The renewal of the sanctions follows US president Donald Trump’s announcement in May that the US was withdrawing from the Joint Comprehensive Plan of Action (JCPOA), the deal signed between Iran, China, Russia, France, Germany, the UK and US, and the EU in 2015. The deal saw Iran agree to limits on its nuclear programme in exchange for the lifting of sanctions.
The US secondary sanctions have been re-imposed at the end of a 180-day wind down period which followed the announcement that the US was pulling out of the Iran deal.
In particular the sanctions target Iran’s vital energy sector and its shipping and shipbuilding sector and banking sector.
Sanctions are imposed on supplies to the energy sector, on petroleum related transactions with, amongst others, the National Iranian Oil Company, Naftiran Intertrade Company and the National Iranian Tanker Company. There are also sanctions on port operators, shipping and shipbuilding sectors, including dealings with particular shipping lines, on transactions by financial institutions with designated Iranian financial institutions and on the provision of specialised financial messaging services to certain Iranian financial institutions. .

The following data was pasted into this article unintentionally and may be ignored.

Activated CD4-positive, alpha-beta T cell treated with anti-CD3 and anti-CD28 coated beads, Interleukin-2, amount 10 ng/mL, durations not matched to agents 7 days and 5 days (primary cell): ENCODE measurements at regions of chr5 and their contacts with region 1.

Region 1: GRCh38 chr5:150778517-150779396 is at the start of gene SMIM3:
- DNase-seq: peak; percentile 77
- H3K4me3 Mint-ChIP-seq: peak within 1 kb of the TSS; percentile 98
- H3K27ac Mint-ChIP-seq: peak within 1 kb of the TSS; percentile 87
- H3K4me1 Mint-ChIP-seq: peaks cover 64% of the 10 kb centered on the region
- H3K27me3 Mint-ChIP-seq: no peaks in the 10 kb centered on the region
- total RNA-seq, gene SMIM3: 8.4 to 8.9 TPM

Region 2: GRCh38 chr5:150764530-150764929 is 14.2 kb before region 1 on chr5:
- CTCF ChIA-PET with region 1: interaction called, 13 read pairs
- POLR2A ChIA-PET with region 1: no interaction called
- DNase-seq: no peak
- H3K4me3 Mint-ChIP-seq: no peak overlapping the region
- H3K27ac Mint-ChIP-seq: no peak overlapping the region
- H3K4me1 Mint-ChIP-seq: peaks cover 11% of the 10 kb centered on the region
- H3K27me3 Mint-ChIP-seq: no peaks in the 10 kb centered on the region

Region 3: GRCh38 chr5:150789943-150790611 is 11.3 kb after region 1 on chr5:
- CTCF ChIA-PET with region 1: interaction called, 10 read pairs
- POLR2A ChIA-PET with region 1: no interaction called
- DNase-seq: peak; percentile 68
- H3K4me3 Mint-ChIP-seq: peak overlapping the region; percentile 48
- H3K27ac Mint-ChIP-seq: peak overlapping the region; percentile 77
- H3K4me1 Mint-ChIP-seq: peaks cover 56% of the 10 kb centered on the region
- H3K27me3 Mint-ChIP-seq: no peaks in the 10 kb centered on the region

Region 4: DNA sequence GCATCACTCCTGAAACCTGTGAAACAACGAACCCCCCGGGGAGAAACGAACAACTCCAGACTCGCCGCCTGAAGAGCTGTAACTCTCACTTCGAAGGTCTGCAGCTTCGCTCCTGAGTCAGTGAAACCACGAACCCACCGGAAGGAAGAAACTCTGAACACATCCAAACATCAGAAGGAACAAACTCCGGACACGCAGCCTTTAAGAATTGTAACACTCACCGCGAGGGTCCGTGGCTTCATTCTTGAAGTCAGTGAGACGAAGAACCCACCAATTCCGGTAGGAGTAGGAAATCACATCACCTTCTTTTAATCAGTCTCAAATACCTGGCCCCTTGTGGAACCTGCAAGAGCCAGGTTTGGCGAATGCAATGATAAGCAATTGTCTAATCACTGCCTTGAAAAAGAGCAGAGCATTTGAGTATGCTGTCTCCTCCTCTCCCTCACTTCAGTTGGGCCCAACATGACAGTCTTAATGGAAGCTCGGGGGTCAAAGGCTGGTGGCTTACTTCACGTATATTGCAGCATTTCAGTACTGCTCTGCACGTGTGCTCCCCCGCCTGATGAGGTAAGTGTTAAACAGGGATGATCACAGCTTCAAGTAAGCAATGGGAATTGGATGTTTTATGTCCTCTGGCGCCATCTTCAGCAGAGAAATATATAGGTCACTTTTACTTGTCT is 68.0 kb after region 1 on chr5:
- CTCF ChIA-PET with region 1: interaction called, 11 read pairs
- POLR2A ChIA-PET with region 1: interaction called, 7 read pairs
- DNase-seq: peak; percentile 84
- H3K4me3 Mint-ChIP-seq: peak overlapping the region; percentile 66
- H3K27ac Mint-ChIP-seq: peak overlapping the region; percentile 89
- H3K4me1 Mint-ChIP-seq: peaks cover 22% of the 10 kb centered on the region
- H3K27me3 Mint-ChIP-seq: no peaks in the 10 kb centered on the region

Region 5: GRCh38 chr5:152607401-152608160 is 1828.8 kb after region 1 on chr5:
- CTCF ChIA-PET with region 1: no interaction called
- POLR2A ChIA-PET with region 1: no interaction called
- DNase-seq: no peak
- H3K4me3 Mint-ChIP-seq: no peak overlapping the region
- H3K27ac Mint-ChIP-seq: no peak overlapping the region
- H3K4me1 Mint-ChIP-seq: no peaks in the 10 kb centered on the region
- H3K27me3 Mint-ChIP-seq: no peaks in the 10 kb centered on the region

US treasury secretary Steven Mnuchin said over 700 names had been added to the list of blocked entities.
“This includes hundreds of targets previously granted sanctions relief under the JCPOA, as well as more than 300 new designations. This is substantially more than we ever have previously done,” Mnuchin said.
Sanctions expert Stacy Keen of Pinsent Masons, the law firm behind Out-Law.com, said the EU was looking to assist companies doing business in or with Iran despite the US secondary sanctions, and has updated its Blocking Regulation to protect EU persons from the US Iranian secondary sanctions.
Keen said the EU was also looking to implement a payment mechanism via a Special Purpose Vehicle to handle transactions with Iran and avoid payments directly into or out of Iran.
However she said it was “yet to be seen” if these measures would be effective when balanced against the risk of being cut off from the US market.
“Further practical issues will be considerations when deciding whether or not to do business in Iran,” Keen said.
“Is insurance cover available? Can payments be transferred back to the UK? Can money laundering risk be suitable addressed? Does the cost of doing business in Iran – shipping equipment into, or paying people to work in. Iran, make it prohibitive?” Keen said.